The acting is pretty solid from just about everyone. Only a couple of people ham it up, like Alex Kaese, but it tends to keep things from getting too serious and intense and maintains an air of fun escapism, which, I think, was the aim of the filmmakers. That is not to say that it is a family film. Ample blood splatters the scenery, nudity pops up occasionally, and there are a few truly tense scenes to remind the viewer that this is a horror film.

One minor complaint I have is the film quality. It is kind of muddy and dark. That may have been caused by the fact that the tape I watched may have been a copy of a copy. I tend to think the original film would look better, but then a lot of small budget films seem to look rough, and personally, I feel it adds to their charm as long as it doesn't get in the way of following the film's story and action.

The only other complaint I have is that the characters are interesting enough to support a couple more films, but to get a second film out of this, the filmmakers would have to pull the American bullshit of basically repeating the same story or popping the characters into a ridiculously contrived story.

No matter, though. "Night of the Vampire Hunter" is good bloody vampire fun. Crack open a couple of beers or a bottle of your favorite red wine and enjoy it. Now, where do I sign up for the Nicole Müller fan club?

Friday, August 19, 2005

Triple Threat review


Starring Lorin Becker, Curt Bonnem, Kay West and Stephany Sterans. Produced, Photographhed, Written and Directed by Mark Vasconcellos.

Just to prove that not all micro-budget movies have to be either horror movies or sex movies (preferably both, in the opinions of most of the producers I've worked for), Mark Vasconcellos has made this entertaining little tease of an action picture, sort of a La Femme Nikita meets Bond, played appropriately light and fast.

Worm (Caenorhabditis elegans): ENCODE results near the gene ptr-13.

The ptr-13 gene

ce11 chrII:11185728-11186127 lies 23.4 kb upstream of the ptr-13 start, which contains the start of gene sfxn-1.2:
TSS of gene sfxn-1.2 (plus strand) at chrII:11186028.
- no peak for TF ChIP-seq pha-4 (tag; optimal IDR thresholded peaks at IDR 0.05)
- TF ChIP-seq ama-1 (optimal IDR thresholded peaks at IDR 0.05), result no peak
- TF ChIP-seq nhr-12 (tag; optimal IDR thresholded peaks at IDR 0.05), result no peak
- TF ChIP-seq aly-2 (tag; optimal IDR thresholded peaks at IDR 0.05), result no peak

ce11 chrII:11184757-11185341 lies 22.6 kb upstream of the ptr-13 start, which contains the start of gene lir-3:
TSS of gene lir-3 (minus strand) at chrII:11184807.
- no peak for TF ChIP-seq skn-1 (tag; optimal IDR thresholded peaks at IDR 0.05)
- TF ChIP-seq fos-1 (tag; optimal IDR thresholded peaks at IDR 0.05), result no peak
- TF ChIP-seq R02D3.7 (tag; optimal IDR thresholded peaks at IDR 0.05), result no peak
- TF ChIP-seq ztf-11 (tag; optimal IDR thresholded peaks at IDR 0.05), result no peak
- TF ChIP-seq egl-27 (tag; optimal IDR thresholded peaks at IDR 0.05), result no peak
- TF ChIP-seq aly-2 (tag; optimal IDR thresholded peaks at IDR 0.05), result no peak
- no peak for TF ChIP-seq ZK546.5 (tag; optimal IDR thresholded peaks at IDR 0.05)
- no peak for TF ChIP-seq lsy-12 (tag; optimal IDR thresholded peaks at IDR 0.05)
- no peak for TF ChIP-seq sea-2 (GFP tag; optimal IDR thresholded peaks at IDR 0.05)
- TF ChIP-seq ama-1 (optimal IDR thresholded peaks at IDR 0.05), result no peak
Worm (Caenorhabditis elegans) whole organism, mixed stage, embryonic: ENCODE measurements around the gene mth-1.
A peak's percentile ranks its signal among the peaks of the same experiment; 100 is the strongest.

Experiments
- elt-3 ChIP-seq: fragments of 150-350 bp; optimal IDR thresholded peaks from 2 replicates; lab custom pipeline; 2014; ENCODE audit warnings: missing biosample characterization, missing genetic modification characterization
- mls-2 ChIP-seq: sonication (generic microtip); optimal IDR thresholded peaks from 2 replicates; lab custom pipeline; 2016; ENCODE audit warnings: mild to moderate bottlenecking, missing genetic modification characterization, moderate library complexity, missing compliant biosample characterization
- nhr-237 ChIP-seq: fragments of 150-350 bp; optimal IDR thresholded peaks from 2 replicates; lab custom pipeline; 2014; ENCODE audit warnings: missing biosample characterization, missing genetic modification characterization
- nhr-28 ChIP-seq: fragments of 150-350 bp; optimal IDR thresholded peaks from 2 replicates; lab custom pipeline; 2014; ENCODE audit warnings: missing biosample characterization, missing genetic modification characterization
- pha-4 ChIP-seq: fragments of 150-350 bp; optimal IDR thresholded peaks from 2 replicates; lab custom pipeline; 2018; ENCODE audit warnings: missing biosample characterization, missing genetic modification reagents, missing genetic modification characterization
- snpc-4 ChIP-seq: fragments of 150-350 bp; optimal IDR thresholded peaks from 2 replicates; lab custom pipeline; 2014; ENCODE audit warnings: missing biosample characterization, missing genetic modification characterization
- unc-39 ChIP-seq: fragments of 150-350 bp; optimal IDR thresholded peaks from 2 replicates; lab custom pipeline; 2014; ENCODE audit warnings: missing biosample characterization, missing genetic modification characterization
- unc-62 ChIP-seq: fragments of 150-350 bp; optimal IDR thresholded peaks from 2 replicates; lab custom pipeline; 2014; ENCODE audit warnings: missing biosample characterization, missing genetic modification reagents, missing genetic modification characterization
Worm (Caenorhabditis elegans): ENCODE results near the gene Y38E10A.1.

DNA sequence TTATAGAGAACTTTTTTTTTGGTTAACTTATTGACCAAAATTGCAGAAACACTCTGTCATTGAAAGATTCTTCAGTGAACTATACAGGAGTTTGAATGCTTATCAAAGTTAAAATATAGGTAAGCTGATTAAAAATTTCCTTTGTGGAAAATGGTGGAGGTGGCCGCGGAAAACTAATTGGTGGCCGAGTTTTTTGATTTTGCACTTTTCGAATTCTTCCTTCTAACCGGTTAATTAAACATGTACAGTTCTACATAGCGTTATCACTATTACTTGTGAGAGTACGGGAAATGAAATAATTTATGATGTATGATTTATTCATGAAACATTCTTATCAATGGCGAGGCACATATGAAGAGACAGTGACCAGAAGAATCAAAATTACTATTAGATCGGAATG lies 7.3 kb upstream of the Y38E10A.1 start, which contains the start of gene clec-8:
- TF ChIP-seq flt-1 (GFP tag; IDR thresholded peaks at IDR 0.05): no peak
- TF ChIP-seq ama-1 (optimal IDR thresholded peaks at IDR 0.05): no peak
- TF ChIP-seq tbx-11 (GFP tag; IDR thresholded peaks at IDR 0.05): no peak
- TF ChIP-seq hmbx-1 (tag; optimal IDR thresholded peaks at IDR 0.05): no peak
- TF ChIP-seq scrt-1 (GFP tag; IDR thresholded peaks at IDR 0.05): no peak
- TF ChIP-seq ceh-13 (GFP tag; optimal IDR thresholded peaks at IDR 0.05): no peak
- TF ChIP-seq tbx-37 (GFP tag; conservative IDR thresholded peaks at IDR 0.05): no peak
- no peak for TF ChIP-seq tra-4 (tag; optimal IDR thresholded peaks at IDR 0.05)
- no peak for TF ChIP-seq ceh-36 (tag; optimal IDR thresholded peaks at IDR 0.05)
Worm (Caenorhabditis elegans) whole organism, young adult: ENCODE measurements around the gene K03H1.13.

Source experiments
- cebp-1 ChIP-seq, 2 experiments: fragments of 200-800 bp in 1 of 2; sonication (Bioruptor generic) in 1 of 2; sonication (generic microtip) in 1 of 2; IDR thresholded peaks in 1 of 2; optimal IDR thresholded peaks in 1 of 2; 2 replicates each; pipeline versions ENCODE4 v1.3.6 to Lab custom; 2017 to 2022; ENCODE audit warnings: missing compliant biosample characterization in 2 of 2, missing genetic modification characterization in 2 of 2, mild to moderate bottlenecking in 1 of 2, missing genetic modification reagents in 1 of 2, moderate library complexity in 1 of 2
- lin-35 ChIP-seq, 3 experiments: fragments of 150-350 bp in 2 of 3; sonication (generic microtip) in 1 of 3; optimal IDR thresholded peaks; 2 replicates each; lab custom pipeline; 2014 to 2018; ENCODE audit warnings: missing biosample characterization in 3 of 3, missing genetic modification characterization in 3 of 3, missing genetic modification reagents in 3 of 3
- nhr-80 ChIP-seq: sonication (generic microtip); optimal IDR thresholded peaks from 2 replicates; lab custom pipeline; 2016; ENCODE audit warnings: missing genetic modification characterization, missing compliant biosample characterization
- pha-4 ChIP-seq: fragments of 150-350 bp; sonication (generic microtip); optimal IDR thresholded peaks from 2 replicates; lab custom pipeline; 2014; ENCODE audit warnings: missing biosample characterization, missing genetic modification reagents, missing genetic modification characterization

The plot tells of ex-assassin Dina LoBianca, a motorcycle riding super-spy played appealingly by Lorin Becker, who is brought back for "one last job" by her slick and slimy boss, played by writer/director/DP Mark Vasconcellos. She is partnered with an even more sexy side-kick/protégé (Stephany Stearns), who steals most of her scenes. Through the course of the mission she uncovers plots within plots and thwarts planned violence against innocents. She also gains a boyfriend along the way in a straight-laced-but-not-stuffy character played with good humor by Curt Bonnem.

We've seen this plot before, and this is really low budget stuff, so most of the action is of the one-on-one sort. No big stunts, explosions or car chases. So director/writer Vasconcellos was wise to keep the proceedings frothy, light and fun all the way. It never bogs down with pretenses subplots. It tries only to be popcorn fluff, and succeeds at it's goal admirably.

Also, it has a very slick look that appears more expensive than the picture's budget. And the performances are all of a professional caliber. Another thing not usually seen in a micro-budget movie.

For more information, check out

Wednesday, May 25, 2005

My Favorite Cameos

I have died many times.

That's what most of my cameo appearances in cheap horror movies have consisted of. I have been shredded by a werewolf, beheaded by a clown, shot by cops (twice), vampire bitten, vampire staked and had my head blowed up. But two new movies have just arrived, and I have cameos in both. Even though I only die in one of them, they are easily the two cameos that I have done which have pleased me the most. And they are both movies that are a cut above the usual.

Ted Newsom's THE NAKED MONSTER was released years ago in a less-polished form as ATTACK OF THE B-MOVIE MONSTER. Since then, Ted (who played the serial killer in my movie DEAD SEASON) has shot a multitude of new material, completely re-edited it, and put in entirely new monster shots. And I am so glad he did, becuase what was once a cute but crude experiment is now a gloriously silly and heartfelt valentine to the movies we monster boomers grew up on.